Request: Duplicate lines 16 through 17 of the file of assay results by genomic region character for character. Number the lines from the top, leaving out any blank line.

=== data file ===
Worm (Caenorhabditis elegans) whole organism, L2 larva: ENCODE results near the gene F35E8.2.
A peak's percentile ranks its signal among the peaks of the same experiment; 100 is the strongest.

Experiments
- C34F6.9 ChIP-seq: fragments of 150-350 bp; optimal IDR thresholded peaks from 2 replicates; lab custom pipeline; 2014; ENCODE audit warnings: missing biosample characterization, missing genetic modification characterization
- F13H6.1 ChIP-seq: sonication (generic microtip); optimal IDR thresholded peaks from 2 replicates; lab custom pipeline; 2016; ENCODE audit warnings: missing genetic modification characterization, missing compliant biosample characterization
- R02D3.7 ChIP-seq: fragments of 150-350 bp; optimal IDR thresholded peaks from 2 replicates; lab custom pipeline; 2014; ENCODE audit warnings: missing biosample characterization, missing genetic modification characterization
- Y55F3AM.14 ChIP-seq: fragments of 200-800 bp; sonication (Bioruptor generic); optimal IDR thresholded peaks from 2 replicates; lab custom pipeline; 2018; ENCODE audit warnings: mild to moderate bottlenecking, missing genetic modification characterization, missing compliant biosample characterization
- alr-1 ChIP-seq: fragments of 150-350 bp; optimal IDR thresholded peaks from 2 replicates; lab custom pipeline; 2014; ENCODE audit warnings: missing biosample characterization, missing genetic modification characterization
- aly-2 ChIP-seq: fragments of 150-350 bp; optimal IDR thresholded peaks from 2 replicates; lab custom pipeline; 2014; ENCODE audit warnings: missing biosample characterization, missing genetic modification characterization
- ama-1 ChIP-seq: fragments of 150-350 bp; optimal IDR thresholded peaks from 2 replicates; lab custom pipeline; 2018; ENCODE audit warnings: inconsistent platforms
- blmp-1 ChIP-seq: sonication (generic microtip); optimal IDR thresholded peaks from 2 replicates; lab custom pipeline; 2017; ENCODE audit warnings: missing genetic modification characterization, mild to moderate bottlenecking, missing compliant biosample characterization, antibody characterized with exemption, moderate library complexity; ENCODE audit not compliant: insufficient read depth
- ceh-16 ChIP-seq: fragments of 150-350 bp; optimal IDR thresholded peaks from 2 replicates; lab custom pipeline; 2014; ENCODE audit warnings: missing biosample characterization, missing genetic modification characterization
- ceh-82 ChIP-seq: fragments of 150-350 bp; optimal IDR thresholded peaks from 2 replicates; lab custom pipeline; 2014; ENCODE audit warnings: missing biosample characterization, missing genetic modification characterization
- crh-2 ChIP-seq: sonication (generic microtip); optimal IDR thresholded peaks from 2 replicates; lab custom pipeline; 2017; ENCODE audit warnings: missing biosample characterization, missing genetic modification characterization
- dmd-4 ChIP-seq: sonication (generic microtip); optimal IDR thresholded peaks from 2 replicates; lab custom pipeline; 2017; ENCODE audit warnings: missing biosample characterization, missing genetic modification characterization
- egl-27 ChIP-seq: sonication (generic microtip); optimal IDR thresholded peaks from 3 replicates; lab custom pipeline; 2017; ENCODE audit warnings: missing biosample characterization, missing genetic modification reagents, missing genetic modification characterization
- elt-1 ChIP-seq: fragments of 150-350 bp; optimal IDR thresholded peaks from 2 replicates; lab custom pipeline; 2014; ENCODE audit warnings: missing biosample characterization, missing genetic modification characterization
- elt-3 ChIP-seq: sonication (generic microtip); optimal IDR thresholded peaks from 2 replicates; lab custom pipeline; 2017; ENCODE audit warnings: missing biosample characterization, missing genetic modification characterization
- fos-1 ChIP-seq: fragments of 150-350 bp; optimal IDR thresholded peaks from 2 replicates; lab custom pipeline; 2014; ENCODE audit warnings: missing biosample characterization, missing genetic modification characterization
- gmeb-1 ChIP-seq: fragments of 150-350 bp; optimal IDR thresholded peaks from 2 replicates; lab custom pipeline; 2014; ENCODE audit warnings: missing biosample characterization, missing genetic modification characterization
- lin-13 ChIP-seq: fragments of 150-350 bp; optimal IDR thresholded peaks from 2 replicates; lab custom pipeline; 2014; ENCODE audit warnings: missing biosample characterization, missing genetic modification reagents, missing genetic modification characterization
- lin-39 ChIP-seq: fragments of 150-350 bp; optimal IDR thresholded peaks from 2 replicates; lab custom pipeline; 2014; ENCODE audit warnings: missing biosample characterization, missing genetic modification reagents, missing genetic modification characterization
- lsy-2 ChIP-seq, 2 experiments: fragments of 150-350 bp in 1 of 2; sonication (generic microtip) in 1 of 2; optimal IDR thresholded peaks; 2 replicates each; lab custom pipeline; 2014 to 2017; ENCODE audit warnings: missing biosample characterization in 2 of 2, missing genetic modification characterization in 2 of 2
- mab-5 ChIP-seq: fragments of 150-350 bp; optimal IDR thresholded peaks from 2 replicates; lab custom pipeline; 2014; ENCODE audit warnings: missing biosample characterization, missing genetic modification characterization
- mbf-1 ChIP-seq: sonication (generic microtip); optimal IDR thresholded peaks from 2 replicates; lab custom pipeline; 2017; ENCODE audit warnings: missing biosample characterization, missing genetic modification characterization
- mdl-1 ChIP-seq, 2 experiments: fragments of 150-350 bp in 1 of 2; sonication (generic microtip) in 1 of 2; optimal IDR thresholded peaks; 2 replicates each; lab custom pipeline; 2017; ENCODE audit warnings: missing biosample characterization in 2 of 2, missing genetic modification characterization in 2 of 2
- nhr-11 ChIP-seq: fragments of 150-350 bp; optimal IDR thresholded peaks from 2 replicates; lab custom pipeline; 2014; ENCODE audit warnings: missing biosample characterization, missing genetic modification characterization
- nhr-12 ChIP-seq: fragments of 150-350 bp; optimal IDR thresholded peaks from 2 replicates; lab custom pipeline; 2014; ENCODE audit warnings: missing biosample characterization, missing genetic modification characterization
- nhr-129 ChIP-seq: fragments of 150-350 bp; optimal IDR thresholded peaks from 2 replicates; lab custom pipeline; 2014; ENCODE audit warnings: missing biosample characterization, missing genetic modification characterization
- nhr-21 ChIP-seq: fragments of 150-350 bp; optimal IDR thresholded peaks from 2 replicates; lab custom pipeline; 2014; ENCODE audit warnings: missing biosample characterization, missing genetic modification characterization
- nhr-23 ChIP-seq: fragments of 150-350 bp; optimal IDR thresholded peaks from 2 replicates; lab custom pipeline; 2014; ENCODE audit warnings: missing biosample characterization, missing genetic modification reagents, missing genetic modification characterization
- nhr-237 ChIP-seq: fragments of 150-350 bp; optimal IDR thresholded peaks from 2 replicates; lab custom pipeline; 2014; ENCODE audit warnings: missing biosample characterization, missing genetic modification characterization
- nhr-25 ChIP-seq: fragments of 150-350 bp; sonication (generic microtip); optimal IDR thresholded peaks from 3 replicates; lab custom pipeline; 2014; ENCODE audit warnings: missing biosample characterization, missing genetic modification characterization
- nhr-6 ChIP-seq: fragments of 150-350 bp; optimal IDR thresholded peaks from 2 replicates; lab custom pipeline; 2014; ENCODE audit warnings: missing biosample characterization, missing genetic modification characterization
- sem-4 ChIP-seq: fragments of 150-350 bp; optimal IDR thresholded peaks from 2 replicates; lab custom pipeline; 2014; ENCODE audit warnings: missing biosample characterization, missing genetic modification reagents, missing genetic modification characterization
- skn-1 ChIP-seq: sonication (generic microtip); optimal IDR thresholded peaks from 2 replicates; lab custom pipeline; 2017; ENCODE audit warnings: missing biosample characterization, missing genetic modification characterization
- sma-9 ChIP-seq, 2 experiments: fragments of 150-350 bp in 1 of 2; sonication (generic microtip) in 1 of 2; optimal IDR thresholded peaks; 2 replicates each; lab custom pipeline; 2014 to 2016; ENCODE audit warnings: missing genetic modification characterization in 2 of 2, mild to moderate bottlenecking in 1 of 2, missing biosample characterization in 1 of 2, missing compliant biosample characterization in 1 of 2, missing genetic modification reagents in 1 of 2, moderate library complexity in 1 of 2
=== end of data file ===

- egl-27 ChIP-seq: sonication (generic microtip); optimal IDR thresholded peaks from 3 replicates; lab custom pipeline; 2017; ENCODE audit warnings: missing biosample characterization, missing genetic modification reagents, missing genetic modification characterization
- elt-1 ChIP-seq: fragments of 150-350 bp; optimal IDR thresholded peaks from 2 replicates; lab custom pipeline; 2014; ENCODE audit warnings: missing biosample characterization, missing genetic modification characterization